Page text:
The proposed research focuses on the development of a compact, integrated high-field EPR spectrometer for DNP-enhanced solid-state, magic-angle-spinning (MAS) NMR spectroscopy. The spectrometer will allow researchers to record the EPR spectra and obtain valuable relaxation parameters of the DNP sample under the same conditions under which the DNP experiment is performed. In recent years, DNP has proven to be a robust method to increase signal intensities in NMR experiments in laboratories around the world and substantial progress has been made in adapting DNP for solid-state NMR spectroscopy. However, to understand and optimize the DNP process it is crucial to fully understand the EPR spectrum and relaxation parameters of the polarizing agent. Only a few home-built high-field spectrometers are available around the world. Therefore researchers often have to speculate about the EPR characteristics of their DNP sample. We propose to develop a cost-effective EPR spectrometer that can easily be adapted to cover the complete frequency range that is currently used in DNP spectroscopy. The design will be compact and turn-key so that the device can also be used by non experts. During Phase I of this project we will perform the complete mechanical and electrical design and fabricate a prototype EPR spectrometer operating at 263 GHz (400 MHz 1H). The successful development of this technology will provide researchers access to currently inaccessible EPR characteristics and will proliferate the development of new, optimized polarizing agents for DNP-NMR spectroscopy. This will be of large interest to many projects funded by the U.S. National Institutes of Health.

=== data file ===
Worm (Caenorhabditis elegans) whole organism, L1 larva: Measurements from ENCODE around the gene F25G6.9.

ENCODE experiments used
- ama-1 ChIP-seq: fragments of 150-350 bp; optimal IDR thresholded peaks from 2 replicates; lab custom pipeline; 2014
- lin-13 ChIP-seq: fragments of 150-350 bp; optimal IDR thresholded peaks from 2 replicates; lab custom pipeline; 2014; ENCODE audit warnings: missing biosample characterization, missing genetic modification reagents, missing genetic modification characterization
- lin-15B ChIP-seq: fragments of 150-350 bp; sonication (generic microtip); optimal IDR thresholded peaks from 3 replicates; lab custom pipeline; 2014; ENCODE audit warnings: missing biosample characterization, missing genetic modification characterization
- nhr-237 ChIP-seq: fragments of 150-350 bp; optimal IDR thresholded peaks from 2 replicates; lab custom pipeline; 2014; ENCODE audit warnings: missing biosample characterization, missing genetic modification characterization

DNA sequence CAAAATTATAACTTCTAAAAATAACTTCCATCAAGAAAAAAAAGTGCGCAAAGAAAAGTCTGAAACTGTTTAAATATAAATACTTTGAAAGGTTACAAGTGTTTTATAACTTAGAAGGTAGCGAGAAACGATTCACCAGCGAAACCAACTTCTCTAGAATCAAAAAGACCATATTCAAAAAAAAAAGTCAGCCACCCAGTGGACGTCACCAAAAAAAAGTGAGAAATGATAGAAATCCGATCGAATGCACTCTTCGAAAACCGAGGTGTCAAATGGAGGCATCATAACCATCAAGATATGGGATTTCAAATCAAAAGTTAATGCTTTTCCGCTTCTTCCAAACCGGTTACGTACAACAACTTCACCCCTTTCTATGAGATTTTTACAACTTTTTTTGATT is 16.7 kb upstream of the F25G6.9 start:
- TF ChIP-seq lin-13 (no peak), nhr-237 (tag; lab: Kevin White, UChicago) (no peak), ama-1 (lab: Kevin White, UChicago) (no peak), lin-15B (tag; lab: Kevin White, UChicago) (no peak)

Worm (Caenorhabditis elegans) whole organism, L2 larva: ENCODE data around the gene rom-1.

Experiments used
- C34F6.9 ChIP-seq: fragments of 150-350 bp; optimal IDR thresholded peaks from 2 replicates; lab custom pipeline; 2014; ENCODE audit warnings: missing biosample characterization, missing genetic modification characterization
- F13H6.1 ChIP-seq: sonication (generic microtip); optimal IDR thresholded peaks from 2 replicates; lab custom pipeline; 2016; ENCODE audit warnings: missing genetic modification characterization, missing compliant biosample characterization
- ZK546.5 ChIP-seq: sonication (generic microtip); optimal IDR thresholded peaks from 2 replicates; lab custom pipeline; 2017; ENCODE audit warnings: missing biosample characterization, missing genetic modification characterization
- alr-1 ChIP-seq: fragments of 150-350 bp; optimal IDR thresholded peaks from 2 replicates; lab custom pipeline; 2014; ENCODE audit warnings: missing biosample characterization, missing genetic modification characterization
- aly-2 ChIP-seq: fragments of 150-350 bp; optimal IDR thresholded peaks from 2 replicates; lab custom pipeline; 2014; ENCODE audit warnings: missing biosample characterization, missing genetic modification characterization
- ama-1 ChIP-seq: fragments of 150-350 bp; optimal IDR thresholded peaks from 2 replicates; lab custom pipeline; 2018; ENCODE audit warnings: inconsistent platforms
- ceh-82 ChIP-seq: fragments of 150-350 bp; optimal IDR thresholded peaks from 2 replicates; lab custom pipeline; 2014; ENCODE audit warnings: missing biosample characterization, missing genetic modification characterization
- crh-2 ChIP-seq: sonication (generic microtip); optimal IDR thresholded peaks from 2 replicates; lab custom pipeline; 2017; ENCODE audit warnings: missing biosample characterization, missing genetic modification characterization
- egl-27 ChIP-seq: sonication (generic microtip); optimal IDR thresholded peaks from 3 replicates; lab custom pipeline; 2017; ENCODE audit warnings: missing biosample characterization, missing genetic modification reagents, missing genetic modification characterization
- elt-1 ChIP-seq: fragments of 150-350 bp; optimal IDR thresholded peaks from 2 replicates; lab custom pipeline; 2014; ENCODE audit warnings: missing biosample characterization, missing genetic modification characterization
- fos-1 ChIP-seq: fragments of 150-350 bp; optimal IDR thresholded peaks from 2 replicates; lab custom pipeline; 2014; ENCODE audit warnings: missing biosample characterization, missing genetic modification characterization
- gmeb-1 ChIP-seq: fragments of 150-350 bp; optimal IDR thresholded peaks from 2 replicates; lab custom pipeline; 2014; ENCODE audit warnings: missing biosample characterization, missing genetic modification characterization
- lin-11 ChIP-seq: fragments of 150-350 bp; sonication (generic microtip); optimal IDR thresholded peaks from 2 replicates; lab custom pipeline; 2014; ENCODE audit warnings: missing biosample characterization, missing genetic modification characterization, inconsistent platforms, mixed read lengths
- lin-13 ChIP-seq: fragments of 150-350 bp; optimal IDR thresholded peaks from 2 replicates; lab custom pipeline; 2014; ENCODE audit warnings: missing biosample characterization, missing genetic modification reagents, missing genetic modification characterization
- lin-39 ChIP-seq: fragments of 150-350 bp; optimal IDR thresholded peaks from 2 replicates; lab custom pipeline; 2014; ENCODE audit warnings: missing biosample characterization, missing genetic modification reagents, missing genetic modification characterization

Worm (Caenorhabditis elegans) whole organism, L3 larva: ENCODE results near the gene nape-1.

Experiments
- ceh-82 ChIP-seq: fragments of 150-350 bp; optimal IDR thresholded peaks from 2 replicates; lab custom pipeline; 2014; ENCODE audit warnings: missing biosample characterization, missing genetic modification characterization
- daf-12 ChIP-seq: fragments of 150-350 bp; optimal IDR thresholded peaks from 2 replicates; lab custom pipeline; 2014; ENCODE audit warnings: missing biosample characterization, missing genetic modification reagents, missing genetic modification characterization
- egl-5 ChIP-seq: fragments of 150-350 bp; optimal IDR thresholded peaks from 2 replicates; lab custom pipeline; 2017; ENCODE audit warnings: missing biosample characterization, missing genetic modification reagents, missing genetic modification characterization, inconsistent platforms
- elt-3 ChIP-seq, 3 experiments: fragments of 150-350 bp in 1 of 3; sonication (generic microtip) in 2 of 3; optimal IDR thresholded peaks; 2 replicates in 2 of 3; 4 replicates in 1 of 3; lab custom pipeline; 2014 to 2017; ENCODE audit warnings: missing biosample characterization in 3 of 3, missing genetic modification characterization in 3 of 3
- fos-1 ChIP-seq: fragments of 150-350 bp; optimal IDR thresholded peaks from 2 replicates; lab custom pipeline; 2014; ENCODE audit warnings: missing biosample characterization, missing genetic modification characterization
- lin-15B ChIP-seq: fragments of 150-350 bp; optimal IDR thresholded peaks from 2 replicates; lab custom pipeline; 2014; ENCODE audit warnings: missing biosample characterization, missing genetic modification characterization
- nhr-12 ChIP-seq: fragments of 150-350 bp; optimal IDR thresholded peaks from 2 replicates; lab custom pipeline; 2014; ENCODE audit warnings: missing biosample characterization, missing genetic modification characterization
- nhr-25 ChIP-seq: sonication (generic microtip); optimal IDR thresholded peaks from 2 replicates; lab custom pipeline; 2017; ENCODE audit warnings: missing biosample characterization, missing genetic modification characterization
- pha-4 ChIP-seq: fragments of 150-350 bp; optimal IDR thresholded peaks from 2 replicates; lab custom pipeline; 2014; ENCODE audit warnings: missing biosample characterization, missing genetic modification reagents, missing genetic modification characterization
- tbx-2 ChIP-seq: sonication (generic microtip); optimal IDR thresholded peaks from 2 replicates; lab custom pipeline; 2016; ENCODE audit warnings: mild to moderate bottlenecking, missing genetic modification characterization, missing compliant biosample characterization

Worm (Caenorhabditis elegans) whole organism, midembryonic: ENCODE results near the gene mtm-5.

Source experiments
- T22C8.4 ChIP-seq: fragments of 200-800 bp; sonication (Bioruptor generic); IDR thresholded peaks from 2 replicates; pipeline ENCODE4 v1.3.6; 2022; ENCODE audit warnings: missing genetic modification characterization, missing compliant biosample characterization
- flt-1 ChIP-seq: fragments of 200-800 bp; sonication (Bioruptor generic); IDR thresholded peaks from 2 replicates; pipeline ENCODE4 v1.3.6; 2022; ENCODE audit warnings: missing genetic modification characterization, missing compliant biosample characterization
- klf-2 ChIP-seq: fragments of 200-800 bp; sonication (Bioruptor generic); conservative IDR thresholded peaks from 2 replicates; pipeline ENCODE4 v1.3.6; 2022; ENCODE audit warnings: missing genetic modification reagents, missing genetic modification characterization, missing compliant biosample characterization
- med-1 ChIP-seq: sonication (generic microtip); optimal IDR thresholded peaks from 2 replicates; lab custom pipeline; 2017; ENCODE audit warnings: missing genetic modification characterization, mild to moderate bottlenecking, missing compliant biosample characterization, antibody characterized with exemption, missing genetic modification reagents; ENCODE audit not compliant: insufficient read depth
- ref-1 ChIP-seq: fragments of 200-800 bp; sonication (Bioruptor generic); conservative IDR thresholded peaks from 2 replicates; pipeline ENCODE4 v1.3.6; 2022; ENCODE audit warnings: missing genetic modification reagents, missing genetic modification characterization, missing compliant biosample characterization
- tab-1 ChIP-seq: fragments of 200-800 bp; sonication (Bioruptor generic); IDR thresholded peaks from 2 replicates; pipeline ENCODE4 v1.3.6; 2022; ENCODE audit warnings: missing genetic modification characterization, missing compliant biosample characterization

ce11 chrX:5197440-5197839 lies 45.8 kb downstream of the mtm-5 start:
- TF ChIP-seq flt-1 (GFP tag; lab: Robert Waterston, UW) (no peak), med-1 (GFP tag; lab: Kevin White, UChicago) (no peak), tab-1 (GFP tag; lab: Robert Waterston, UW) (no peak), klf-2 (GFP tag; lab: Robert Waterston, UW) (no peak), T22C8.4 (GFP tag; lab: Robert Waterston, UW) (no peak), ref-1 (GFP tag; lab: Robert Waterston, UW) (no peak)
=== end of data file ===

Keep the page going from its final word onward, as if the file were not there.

Dynamic Nuclear Polarization has the capability to drastically enhance the inherently small signal intensities observed in solid-state magic-angle-spinning NMR experiments. The method is of great interest to the structural biology community, which uses NMR spectroscopy for structure determination of small and large bio- (macro)molecules;areas that are vital for several research projects funded by the U.S. NIH.